In a downtown courtroom packed with journalists, law enforcement
and family members of victims, jurors recommended death for 40-year-old Chester
Turner – a man prosecutors called one of Los Angeles' most prolific serial killers.
“Knowing that he has been caught and punished and that phase is over, we
can now exhale,” said a shaken Jerri Johnson, whose 28-year-old daughter
Andrea Tripplett was raped and murdered by Turner in the spring of 1993.
Johnson was one of two relatives in court for the mid-morning verdict. “He
will never be around to do anything to anyone else again, and thank God for
the modern technology that helped convict him.”

The six-man, six-woman Los Angeles Superior Court panel deliberated for
about two-and-a-half days before delivering the death penalty decision.

During sentencing, Turner, an often-unemployed father of four with a
history of violent relationships, was flanked by sheriff's deputies and
remained calm. As he walked out after the verdict, Johnson said that Turner
seemed unfazed: “He walked out with his little be-bop walk and that was it,”
she said, adding, “He thinks he is still cool, walking around in the hood.
He won't get to wear that blue shirt and beige pants again.”

Turner was convicted April 30 of 10 counts of first-degree murder, along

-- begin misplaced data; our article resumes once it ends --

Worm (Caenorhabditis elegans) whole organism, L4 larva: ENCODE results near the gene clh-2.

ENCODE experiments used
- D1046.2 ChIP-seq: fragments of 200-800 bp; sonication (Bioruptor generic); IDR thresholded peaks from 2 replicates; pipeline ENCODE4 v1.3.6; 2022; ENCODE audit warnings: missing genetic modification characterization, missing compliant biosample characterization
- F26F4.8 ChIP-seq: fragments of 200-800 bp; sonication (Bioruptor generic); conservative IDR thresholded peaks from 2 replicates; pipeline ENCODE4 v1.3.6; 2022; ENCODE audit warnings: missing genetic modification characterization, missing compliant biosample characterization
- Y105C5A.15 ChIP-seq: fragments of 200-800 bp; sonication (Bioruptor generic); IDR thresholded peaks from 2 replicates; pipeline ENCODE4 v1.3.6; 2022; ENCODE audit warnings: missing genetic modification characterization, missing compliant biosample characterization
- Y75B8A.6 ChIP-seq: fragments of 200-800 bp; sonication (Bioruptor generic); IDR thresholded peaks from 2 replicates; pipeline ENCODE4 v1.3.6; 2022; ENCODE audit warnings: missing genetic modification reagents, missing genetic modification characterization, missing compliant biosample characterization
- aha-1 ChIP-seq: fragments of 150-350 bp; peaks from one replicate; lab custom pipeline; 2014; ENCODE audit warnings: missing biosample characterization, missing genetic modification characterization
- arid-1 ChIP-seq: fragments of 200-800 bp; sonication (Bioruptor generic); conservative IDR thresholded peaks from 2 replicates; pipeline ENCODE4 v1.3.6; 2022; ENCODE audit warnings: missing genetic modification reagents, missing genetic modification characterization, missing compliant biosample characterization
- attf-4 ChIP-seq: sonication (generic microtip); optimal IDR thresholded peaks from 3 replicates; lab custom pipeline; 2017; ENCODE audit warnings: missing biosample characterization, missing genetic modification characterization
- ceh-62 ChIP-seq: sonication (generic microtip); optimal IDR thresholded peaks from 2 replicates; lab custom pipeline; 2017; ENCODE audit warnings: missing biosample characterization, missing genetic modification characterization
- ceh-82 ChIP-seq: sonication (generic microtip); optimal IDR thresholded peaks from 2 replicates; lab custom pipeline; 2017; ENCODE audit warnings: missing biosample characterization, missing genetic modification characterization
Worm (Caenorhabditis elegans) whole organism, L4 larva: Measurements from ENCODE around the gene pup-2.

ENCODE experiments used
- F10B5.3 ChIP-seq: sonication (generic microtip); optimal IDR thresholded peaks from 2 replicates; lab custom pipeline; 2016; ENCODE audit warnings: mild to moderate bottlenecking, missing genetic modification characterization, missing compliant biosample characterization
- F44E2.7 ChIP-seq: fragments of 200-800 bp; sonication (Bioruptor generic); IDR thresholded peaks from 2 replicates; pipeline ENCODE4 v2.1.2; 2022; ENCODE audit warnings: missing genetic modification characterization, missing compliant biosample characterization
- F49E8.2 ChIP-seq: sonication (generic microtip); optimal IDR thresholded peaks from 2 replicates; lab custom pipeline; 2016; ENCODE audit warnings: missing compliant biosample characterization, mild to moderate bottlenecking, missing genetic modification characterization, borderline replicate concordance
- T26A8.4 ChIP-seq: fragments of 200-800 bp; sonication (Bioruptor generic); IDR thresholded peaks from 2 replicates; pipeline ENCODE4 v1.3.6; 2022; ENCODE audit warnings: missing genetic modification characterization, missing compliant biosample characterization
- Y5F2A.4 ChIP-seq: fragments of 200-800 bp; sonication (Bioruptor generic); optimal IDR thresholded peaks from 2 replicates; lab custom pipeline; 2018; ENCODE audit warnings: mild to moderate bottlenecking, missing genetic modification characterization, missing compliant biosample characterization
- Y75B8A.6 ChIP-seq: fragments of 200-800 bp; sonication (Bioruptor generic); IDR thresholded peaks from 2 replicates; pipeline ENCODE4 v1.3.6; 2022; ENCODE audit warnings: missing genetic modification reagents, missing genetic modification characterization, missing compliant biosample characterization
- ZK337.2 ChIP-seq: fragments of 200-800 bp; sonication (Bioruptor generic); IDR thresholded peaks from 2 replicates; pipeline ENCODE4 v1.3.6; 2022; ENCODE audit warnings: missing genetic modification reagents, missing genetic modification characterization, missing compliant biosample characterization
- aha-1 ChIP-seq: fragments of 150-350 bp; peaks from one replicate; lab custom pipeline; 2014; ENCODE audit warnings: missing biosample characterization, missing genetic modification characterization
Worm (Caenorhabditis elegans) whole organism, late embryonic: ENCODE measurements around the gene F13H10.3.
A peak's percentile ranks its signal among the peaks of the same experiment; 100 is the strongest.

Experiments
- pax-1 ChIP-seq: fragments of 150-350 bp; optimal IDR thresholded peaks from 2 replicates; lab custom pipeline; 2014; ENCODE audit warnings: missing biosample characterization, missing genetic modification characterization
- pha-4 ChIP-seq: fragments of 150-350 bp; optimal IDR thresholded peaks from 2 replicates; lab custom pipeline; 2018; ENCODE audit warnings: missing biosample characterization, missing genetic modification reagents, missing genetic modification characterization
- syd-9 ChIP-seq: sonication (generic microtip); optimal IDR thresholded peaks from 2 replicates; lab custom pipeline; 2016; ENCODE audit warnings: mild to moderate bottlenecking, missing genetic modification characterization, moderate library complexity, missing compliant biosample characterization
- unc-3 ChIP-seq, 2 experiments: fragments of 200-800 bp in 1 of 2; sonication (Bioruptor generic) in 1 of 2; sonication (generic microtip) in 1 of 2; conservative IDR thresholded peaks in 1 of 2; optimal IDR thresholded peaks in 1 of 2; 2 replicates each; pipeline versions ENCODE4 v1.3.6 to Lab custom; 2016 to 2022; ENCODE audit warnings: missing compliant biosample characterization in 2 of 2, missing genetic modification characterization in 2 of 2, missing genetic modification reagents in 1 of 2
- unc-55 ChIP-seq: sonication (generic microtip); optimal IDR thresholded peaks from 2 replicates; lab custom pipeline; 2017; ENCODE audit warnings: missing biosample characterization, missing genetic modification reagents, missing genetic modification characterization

with one count of second-degree murder of the fetus of a pregnant victim.
The bodies of his victims were found between 1987 and 1998 in South Los
Angeles and Downtown's Skid Row.

The murders were committed within 30 blocks of his home in the
600 block of West Century Boulevard in South Los Angeles. His reign of
terror began in 1987 when he was a 20-year-old Domino's pizza deliveryman,
and ended in 2002 after he was convicted of raping a woman in Downtown's
Skid Row. She lived to tell the tale.

Turner's first victim, Diane Johnson, was found partially nude alongside
the 110 freeway in 1987. His last known victim was Brenda Bries, who was
found dead in a portable bathroom – a ligature tight around her neck, in
1998. Bries was found just 50 yards away from the Regal Hotel, where Turner
was staying.

“The ironic part is that every time they mention his name he will be remembered,
but if they say Andrea Tripplett, no one is going to remember her name,” said
Johnson. “They are only going to remember this horrible person.”
She added: “I wanted him to live a hundred years so he will be in prison
and think about what he did. I will talk to my minister to get forgiveness
for this man, because I despise him to the core of my heart. As a Christian
I need to get the hatred out of me. I need to get the hatred out of my
heart. ”

Christine Pelisek wrote about Chester Turner on May 2, 2007. Click here to read Silent Wraith: By slaying troubled black women, LA's worst serial killer operated invisibly for years.

Advertising disclosure: We may receive compensation for some of the links in our stories. Thank you for supporting LA Weekly and our advertisers.